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Journal of Youth and Adolescence

, Volume 48, Issue 4, pp 802–814 | Cite as

Contextual Socioeconomic Disadvantage and Adolescent Suicide Attempts: A Multilevel Investigation

  • Muhammed YildizEmail author
  • Emirhan Demirhan
  • Suheyl Gurbuz
Empirical Research

Abstract

Multilevel research on whether and how contextual socioeconomic disadvantage affects adolescent suicidal behaviors is scarce. Using data from the first two waves (1994/95 and 1996) of the National Longitudinal Study of Adolescent to Adult Health (N = 13,335; 49.63% girls; Mage = 15.02 years), this study examined (1) the association between area-level socioeconomic disadvantage and adolescent suicide attempts over and above individual-level socioeconomic factors, (2) the moderating role of gender, and (3) the mediating roles of contextually relevant stressors and available psychosocial resources. The results revealed that area-level socioeconomic disadvantage increased the risk of attempting suicide even after adjusting for individual-level socioeconomic status, especially for boys. Consistent with the stress process perspective, reports of exposure to violence and lack of safety explain this contextual effect. National suicidal behavior prevention strategies across the U.S. should recognize the strong association with the socioeconomic context, along with individual-level risk factors.

Keywords

Socioeconomic context Adolescent suicidal behaviors Gender Suicide attempt Stress process Social support 

Notes

Acknowledgements

This research uses data from Add Health, a program project directed by Kathleen Mullan Harris and designed by J. Richard Udry, Peter S. Bearman, and Kathleen Mullan Harris at the University of North Carolina at Chapel Hill, and funded by grant P01-HD31921 from the Eunice Kennedy Shriver National Institute of Child Health and Human Development, with cooperative funding from 23 other federal agencies and foundations. Special acknowledgment is due Ronald R. Rindfuss and Barbara Entwisle for assistance in the original design. Information on how to obtain the Add Health data files is available on the Add Health website (http://www.cpc.unc.edu/addhealth). No direct support was received from grant P01-HD31921 for this analysis.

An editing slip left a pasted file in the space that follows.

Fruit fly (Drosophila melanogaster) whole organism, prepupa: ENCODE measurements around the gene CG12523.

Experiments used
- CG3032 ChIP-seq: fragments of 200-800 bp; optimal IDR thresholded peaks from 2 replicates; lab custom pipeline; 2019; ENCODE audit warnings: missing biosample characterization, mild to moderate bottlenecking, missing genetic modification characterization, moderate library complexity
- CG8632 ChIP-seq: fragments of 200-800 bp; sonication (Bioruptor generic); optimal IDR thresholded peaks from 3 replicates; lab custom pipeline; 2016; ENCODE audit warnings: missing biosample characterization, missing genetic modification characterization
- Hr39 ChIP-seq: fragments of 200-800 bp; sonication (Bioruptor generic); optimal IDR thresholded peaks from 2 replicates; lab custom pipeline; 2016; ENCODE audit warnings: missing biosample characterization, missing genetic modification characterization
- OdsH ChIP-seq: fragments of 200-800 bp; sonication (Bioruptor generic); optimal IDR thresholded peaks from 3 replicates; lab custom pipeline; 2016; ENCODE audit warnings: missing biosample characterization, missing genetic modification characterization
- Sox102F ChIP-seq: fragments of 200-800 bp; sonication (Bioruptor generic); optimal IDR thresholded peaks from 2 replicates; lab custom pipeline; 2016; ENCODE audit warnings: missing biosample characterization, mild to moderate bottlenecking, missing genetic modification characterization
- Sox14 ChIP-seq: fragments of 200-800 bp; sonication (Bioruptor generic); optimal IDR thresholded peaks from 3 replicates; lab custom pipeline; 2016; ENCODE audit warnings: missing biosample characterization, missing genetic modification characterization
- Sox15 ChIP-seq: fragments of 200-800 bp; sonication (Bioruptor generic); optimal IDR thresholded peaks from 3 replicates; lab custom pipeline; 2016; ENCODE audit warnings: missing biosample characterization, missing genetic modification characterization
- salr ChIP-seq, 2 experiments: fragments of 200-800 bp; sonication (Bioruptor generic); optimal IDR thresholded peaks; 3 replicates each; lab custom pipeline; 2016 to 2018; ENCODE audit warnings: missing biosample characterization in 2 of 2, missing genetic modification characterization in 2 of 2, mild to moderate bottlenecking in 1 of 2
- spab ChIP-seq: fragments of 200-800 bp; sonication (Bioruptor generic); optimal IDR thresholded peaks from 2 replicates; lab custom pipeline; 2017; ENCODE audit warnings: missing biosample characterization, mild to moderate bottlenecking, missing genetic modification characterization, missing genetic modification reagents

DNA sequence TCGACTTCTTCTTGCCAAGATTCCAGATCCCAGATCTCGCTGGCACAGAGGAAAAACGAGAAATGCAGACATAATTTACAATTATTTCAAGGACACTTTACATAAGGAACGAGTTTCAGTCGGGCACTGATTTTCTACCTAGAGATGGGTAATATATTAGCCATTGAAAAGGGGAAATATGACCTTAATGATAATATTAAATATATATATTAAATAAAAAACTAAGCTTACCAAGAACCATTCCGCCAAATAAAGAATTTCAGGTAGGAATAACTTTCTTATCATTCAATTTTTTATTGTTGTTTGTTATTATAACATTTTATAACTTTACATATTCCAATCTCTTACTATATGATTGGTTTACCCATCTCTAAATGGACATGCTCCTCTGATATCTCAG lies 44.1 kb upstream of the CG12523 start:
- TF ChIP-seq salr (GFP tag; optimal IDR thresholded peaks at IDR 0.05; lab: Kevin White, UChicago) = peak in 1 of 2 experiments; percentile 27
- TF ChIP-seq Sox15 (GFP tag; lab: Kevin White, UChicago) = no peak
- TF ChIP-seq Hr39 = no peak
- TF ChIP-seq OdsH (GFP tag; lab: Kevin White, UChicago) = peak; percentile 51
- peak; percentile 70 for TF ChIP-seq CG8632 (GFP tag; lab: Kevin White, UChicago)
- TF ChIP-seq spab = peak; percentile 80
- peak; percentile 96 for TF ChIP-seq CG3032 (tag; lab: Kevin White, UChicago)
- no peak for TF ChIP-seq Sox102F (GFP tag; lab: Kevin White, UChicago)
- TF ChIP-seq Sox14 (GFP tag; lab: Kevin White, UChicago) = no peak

Authors’ Contributions

MY conceived of the study, accessed data, participated in statistical analyses and interpretations, and drafted the manuscript. ED developed the measures, participated in the design of the study, and drafted the manuscript. SG helped to draft the manuscript and participated in the interpretations of the results. All authors read and approved the final manuscript.

Funding

The authors received no specific funding for this work.

Data Sharing and Declaration

The restricted-use datasets analyzed during the current study are not publicly available but are available by contractual agreement through Add Health contracts team. (https://www.cpc.unc.edu/projects/addhealth/documentation/restricteduse).

Compliance with Ethical Standards

Conflict of Interest

The authors declare that they have no conflict of interest.

Ethical Approval

The data set was approved by Louisiana State University Institutional Review Board (IRB# 3529). This work was conducted in accordance with general ethical standards.

Informed Consent

Add Health participants provided written informed consent for participation in all aspects of Add Health in accordance with the University of North Carolina School of Public Health Institutional Review Board guidelines.

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Authors and Affiliations

  1. 1.Department of SociologyLouisiana State UniversityBaton RougeUSA
  2. 2.Department of SociologyUniversity of North TexasDentonUSA
  3. 3.Department of SociologyMidwestern State UniversityWichita FallsUSA

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